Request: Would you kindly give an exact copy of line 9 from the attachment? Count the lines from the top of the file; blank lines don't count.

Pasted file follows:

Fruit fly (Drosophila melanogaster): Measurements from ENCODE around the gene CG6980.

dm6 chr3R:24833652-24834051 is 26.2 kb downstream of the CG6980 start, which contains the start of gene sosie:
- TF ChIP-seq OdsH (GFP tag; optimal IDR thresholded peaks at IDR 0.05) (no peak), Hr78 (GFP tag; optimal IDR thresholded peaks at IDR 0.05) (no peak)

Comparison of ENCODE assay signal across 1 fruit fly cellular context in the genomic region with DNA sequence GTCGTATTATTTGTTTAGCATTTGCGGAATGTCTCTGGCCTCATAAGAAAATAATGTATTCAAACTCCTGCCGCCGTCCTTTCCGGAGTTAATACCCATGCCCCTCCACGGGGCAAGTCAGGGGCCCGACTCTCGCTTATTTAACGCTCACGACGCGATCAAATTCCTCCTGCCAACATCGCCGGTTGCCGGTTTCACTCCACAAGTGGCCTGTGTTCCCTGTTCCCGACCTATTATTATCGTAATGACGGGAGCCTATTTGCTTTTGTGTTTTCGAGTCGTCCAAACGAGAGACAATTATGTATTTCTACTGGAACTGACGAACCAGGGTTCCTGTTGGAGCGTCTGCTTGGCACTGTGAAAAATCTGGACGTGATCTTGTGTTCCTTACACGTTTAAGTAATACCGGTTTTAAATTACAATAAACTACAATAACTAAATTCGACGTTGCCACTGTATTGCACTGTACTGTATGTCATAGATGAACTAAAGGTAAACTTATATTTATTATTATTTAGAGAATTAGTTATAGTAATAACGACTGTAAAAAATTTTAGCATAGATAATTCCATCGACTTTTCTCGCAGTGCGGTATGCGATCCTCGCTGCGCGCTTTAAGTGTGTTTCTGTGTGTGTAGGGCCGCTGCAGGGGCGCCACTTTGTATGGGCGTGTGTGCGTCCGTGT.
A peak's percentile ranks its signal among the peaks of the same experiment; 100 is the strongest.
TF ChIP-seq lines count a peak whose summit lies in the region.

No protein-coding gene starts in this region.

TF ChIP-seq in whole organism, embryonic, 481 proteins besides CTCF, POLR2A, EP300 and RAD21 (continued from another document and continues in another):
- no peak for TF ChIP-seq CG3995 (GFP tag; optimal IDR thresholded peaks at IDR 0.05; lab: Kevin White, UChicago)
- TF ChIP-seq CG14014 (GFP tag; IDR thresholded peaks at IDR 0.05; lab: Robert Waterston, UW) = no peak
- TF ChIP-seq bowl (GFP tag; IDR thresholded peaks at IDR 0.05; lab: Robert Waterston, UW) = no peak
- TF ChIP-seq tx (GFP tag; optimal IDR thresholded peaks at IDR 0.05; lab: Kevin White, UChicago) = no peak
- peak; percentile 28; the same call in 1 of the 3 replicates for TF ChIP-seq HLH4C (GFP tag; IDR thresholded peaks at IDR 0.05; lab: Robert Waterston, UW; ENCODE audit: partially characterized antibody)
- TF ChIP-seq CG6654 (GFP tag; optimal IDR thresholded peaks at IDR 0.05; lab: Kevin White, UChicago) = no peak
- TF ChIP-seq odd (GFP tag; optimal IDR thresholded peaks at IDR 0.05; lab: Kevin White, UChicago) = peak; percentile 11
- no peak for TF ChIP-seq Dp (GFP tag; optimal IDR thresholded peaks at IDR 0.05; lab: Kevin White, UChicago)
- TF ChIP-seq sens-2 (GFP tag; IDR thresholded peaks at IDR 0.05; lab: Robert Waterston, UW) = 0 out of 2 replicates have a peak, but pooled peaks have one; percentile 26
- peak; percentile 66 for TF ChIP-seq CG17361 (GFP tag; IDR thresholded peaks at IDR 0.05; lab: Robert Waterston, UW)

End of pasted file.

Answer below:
- no peak for TF ChIP-seq CG3995 (GFP tag; optimal IDR thresholded peaks at IDR 0.05; lab: Kevin White, UChicago)